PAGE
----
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"I ride a harley"

Discussion in 'Your Near Misses - A Place to Vent' at netrider.net.au started by chrome, Dec 4, 2009.

  1. So, I'm travelling north into the city on the Princes highway this morning, a bloke comes out of the BP servo on the right across the oncoming lanes into the lane I'm in. I realised what he was doing and could apply the brakes in time, albeit with the usual, oh crap I hope the car behind me sees me braking.

    I pulled up alongside his window and said, "Mate, you realise you made me slam my brakes on back there?"

    After many statements along the lines of "I didn't see you" and "you weren't there when I looked" he said "I ride a harley, I always look!". I pointed out that I had been in the right hand lane the whole time, and after the car in front passed him, he turned in front of me.

    Lights went green so no further discussion could be had, but my feeling is he saw a gap and that gap was me.

    I can understand, it's hard to judge distances when there is only a single headlight, but surely if you see a headlight, you double check? Especially if you ride?

    I wasn't following too closely, I had about a 4-5 second gap in front. Maybe that was the problem. But if it had been 3 seconds, there would have been a collision if he had turned when he did, so I dunno. That's my rant for this morning.
  2. I wouldn't have bothered with any discussion.
    Just blast 'em with the Stebel & yell out "WTF???". Faux Pas or otherwise, just let's 'em know how ya feeling, & you can move on.

    Rob :music:
  3. There's a clue. Riding a Harley, he doesn't comprehend the closing speed of a sportsbike. :wink:
  4. Nobody out there can see you, get used to it and plan for it.

    If car drivers didn't make life interesting for us out there, we'd have nothing to do.
  5. How much traffic was there? Could he have waited say, another 20 seconds or so to allow a safe gap so he could enter the road?

    I really get annoyed, not to mention having the crap scared out of me, when people decide to pull out in front of you, despite there being little traffic behind me. It's worse on the Princes Freeway heading to or from Melbourne where there are level intersections. These cockheads just HAVE to play the risk game, forcing you to brake or to suddenly merge right or whatever. (what's worse is when they pull out and move over to the right lane).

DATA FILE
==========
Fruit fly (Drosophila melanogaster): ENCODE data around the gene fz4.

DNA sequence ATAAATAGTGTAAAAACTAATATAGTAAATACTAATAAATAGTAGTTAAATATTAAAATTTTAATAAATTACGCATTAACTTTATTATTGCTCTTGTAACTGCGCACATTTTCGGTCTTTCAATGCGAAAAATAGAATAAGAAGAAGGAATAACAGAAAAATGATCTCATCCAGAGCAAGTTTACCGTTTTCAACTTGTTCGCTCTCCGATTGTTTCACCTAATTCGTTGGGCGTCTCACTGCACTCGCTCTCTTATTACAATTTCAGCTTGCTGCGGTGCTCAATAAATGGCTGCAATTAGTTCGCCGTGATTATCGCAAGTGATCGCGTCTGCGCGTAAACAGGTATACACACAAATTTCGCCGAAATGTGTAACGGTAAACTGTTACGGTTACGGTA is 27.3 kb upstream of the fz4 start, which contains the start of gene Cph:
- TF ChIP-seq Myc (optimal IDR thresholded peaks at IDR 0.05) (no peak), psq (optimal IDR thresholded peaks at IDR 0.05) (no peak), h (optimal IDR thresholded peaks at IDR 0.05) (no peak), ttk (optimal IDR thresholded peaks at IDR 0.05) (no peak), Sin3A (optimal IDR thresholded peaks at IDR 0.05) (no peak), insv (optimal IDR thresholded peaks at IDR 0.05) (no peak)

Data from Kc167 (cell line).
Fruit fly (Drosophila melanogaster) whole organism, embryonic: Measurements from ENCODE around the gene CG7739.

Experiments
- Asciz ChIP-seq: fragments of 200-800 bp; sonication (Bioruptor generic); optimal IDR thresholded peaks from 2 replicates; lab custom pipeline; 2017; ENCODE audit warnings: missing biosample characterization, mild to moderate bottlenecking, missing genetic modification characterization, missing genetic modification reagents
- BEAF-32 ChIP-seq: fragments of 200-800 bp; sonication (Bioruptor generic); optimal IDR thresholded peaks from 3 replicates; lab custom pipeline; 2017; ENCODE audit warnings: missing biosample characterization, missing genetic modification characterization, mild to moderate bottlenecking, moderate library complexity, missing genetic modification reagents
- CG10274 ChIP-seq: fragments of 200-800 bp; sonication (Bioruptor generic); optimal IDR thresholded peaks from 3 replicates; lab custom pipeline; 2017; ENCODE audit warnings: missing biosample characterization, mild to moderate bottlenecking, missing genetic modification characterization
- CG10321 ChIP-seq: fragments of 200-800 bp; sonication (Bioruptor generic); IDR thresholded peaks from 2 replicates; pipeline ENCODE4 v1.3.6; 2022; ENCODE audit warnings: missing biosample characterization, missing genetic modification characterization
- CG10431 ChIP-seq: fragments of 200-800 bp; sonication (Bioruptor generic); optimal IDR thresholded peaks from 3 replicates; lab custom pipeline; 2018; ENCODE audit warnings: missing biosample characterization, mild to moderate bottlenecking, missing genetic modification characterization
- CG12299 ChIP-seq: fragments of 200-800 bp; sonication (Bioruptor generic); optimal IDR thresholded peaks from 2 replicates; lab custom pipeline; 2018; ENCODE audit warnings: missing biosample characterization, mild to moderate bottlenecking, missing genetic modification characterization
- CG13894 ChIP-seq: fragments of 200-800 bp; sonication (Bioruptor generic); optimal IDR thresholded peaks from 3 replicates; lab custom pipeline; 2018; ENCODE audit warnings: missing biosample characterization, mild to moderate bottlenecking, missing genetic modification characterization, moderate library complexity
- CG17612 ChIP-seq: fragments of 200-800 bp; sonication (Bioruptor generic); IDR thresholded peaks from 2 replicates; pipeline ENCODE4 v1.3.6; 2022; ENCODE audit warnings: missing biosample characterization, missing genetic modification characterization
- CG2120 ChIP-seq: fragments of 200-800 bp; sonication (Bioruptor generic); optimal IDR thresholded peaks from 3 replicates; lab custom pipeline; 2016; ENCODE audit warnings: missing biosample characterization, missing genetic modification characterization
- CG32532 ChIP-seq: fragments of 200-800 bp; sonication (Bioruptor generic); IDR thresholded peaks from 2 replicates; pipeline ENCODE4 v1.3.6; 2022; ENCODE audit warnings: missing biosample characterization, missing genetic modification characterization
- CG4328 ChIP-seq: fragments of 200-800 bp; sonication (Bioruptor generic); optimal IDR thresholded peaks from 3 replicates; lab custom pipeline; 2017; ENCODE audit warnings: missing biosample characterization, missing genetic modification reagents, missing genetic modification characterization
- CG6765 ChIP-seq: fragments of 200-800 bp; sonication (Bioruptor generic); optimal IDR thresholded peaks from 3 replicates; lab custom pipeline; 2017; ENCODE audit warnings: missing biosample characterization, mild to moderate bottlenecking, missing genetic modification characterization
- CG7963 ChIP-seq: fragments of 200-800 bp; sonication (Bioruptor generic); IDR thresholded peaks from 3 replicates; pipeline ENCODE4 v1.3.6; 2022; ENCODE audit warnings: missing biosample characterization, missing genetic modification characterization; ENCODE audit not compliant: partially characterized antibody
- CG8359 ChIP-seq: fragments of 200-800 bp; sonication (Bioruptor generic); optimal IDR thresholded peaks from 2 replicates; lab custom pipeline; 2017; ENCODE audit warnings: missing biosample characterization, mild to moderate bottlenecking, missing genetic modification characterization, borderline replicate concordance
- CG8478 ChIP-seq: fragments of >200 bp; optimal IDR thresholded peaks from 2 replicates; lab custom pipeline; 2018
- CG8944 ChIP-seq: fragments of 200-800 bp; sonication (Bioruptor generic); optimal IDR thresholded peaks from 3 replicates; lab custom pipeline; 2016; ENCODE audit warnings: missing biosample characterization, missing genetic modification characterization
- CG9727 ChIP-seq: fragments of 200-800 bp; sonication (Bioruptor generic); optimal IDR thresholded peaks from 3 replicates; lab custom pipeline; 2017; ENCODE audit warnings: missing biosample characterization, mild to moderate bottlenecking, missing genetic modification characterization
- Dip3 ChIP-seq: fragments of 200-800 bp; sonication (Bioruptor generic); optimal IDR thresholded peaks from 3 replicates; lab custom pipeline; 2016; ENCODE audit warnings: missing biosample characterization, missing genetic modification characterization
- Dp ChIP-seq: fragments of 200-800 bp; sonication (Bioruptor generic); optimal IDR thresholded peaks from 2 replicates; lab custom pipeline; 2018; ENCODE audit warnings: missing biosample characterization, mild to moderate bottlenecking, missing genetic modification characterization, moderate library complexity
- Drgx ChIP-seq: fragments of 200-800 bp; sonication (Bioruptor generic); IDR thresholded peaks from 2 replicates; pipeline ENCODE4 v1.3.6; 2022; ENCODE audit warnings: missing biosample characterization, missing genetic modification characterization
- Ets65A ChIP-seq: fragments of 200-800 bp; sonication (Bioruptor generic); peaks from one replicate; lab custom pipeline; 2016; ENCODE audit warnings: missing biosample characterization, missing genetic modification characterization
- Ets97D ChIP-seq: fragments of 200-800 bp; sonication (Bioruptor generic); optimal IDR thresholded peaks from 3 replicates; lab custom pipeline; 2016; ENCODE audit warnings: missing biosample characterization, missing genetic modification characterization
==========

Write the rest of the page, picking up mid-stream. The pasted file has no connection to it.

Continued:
Had this happen to me recently. Intersection, Longwarry/Princes Fwy, next to a new BP servo. Copper was on the western side of the intersection with the radar. Dickwad comes to intersection, doesn't stop at the stop sign and pulls out in front of me. Copper ignores this. He's more concerned with booking speeders doing 108 km/h in what was a 110 km/h zone up until recently.
  6. He probably only rides it once a week on Sundays - on fine days - in summer...
  7. oh you mean like sportsbike riders :cheeky::LOL:
  8. I think you did the right thing.
    You saw the situation developing and managed it. In doing so you may have turned an incident into a hear miss or maube not even a near miss..

    Talking to the guy as you did probably willl make him think twice about the event , Yelling at him achieves nothing and does nothing at all to make the driver evaluate waht he may have done..

    Consider why or how things like this occur.

    Maybe the guy was in a rush..lets face it we are all in a rush at times. He , like the majority of drivers are conditioned to look for larger objects. Our bikes can get lost amongst the visual clutter. Additionally humans are more likely to identify a hazard based on the risk.. Things that are going to cause us a lot of risk or danger are more likely to be noticed than things which dont register as high on the risk meter.

    Maybe there was a larger vehicle somewhere behind you and the guy looked and straight tohrough you to the larger vehicle??

    Sure oif the guy was paying more attention, or didnt have other things on his mind he may have paused a fraction longer to fully assess the situation, but he didnt.

    So what does this mean? Well it means that I need to take responsibility for my own safety. I can do thiss by paying attention, doing my mobile risk assessmant as I ride along. moving away and or slowing down to manage a hazard or maintain my safety space, ( as you did) We should expect that not every road user has the education or mental ability to deal with every situation while on the road because there are many many distractions.

    Things like this are always going to happen, its up to use toi make sure we have done everything to be seen and everything we can do to see pthers..

    Maybe a slight change of direction withing your lane may have caused the other driver to look at you and maybe he wouldnt have pulled ot.

    Also remember that human reaction time can also have an effect ....